GROWING UP I first knew Woody Durham as the sports director of WFMY in Greensboro. He was my primary connection to sports scores. Back then, WFMY, WSJS (later changed to WXII) and WGHP offered the only real window into sports news outside of the daily newspaper. Think about that for a second. Today, that same kind of news almost can’t be avoided.
So even before I realized Durham was the “Voice of the Tar Heels” he was a pretty significant figure in the life of this rural North Carolina kid who was developing a love of sports. He along with Johnny Phelps of Mebane had not only scores, but highlights. This miracle only occurred at 6 and 11 p.m. — not on a loop 24-hours a day with endless commentary about deflated footballs tossed in between.
Yeah, I’m old.
After moving to Burlington the first time in 1984 I discovered the deep Durham connection to Alamance County. He was born in Mebane. When I was a sports writer here in the mid-1980s Wes was enrolled at then-Elon College where he worked Fightin’ Christians football games as a student and spent at least one summer helping with Burlington Indians broadcasts. I always noted that Wes worked hard, was willing to do whatever it might take to get better at the family business and had a voice eerily similar to that of his dad — something the late Bill Hunter noted in a column I wish I still had.
Wes went on to become the voice of Georgia Tech athletics and now works for Fox Sports and SportsSouth. He also calls Atlanta Falcons football games. Taylor also has a strong Elon connection. I first met him a couple of years ago. He is an account executive for IMG Sports and his responsibility is Elon University where he’s also the voice of Elon football and basketball on radio.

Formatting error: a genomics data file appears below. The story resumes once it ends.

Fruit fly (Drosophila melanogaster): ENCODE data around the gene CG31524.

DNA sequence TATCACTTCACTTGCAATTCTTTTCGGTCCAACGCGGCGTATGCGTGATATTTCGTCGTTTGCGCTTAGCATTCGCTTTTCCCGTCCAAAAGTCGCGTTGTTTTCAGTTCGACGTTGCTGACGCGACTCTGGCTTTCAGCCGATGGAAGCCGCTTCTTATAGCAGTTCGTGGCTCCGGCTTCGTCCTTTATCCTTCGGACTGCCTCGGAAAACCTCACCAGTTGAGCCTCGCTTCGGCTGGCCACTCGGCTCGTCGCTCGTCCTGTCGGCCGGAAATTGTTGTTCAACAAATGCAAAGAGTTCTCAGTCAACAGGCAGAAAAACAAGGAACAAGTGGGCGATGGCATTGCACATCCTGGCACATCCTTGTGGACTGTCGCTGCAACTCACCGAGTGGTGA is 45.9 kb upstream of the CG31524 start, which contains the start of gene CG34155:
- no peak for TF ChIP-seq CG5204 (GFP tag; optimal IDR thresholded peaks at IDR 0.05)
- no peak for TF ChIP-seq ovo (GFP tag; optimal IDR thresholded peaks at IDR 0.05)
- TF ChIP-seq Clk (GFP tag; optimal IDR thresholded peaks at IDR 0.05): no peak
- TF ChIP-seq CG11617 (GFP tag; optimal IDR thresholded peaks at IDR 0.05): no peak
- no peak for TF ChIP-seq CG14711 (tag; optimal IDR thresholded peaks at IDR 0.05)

Thursday night, they were all together.
THE NAMES OF former winners of the Curt Gowdy Award reads like a who’s who of broadcasting legends. Gowdy himself called the first Final Four I remember watching on TV and also ushered in my longtime love of baseball via the old NBC Game of the Week. Yes, there was only one game televised a week back then.
Yeah, I’m not getting younger.
They started giving the Gowdy Award in 1990. Who are the other winners? Well, the list includes Dick Enberg, Bob Costas, Jim Nantz, Marv Albert, Bob Ryan, Bob Hammel and Dave Kindred. It also lists Billy Packer and Dick Vitale — but don’t hold that against the organization. It’s an honor built to recognize writers and broadcasters who made a contribution to basketball.
Durham certainly fits the description. It’s estimated that he called more than 1,800 football and basketball games in his career, 13 Final Fours and four national title contests. He was North Carolina Sportscaster of the Year 13 times.
His career arc overlaps Smith and Roy Williams. He was there when Michael Jordan hit the shot, Walter Davis doomed Duke, and Chris Webber called timeout. He witnessed Mitch Kupchak and Tyler Hansborough. And we shared the same press booth the day the Smith Center opened. I was a couple of seats away from him furiously taking notes during a classic Duke-UNC game when I heard Durham exclaim, “Dawkins from 15-501!”
Another memory made.